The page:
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INDIANAPOLIS – Indiana Sports Corp will present the inaugural 2023 Tom Jernstedt Lifetime Achievement Award to Jim Delany and will posthumously honor Dave Gavitt and C.M. Newton for their distinguished professional careers dedicated to the advancement of Division I men’s basketball.

The Tom Jernstedt Lifetime Achievement Award was created earlier this year to honor those who best exemplify the leadership and service demonstrated by Jernstedt during his 38-year tenure at the NCAA, and who have made a meaningful impact on college basketball.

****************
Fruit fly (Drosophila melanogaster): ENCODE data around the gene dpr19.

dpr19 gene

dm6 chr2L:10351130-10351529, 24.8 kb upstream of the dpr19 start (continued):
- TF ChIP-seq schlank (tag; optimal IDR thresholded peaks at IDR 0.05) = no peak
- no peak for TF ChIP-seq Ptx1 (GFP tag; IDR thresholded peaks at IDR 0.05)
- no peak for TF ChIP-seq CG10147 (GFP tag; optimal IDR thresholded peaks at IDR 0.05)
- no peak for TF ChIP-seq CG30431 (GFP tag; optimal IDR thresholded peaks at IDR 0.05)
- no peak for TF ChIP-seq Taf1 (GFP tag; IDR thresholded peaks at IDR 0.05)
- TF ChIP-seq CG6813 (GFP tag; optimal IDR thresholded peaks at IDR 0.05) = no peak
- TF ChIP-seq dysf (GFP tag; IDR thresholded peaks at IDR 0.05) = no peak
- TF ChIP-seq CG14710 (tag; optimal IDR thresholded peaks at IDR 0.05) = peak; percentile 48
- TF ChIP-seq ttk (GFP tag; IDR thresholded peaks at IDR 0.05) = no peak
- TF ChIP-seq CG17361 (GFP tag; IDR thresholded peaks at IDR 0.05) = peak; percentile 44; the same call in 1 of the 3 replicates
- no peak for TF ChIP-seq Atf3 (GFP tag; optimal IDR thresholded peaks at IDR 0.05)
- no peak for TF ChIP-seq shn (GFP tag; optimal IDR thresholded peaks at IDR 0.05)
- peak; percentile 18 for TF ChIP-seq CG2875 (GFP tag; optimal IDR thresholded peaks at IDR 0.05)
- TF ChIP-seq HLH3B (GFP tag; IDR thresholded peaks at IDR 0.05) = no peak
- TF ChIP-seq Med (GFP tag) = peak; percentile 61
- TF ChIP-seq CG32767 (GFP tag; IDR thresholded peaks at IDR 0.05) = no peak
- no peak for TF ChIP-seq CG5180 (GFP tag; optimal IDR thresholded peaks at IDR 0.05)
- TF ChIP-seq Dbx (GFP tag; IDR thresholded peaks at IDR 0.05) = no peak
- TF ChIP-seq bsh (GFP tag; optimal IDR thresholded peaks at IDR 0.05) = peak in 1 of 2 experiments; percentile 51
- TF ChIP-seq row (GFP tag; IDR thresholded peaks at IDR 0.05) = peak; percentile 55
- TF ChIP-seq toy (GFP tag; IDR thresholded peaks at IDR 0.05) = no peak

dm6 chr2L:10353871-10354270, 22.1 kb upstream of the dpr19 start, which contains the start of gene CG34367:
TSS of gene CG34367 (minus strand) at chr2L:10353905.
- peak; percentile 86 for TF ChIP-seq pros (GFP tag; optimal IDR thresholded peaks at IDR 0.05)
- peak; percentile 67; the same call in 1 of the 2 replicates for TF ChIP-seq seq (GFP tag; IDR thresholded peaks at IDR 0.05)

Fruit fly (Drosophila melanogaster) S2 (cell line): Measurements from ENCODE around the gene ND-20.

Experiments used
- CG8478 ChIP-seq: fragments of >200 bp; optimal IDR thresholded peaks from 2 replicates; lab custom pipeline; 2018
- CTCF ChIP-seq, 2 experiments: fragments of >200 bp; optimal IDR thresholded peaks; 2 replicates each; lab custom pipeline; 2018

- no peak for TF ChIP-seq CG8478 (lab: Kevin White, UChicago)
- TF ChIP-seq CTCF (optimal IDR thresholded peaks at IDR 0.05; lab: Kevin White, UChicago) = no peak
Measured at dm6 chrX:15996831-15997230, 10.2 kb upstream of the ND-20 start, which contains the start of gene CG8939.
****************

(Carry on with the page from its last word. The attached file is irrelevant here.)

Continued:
Jim Delany started in college basketball playing at the University of North Carolina for coach Dean Smith, where he participated in two Final Fours. His career in college athletics administration began at the NCAA in 1975 as an enforcement representative. He then became the commissioner of the Ohio Valley Conference and served on the Division I men’s basketball committee for the 1986, 1987, and 1988 championships. In 1989, he was appointed commissioner of the Big Ten Conference, serving on the men’s basketball committee from 1989 to 1991, and as chair of the committee for the 1990 and 1991 championships. While on the committee, many advancements were made to the championships including current tournament bracketing principles, while broadcast partners’ commitments to the championship resulted in significant growth in revenue for the NCAA membership. In 1988, CBS began a third, three-year contract that included having all regional semifinal games televised in prime time. In 1991, CBS Sports began a new seven-year contract for $1 billion, which included live cover¬age of all sessions of the championship through 1997. Years later, Delany would help form and chair the Division I men’s basketball competition committee in 2016, reviewing student-athlete health and safety, sportsmanship and integrity, game operations and presentation, technology, and statistical trends. During his tenure with the Big Ten Conference, Delany oversaw the creation of the Big Ten Network and the expansion of the conference to 11 schools in 1990 and to 14 schools in 2011. Delany also served as Vice-President of USA Basketball from 2000-2008. His service at USA Basketball included the successful run of the national team to the 2008 Olympic gold medal. Delany was selected by the Naismith Memorial Basketball Hall of Fame to receive the John W. Bunn Lifetime Achievement Award in 2016, the most prestigious award presented by the Basketball Hall of Fame. Delany retired and officially stepped down from the Big Ten Conference on January 1, 2020.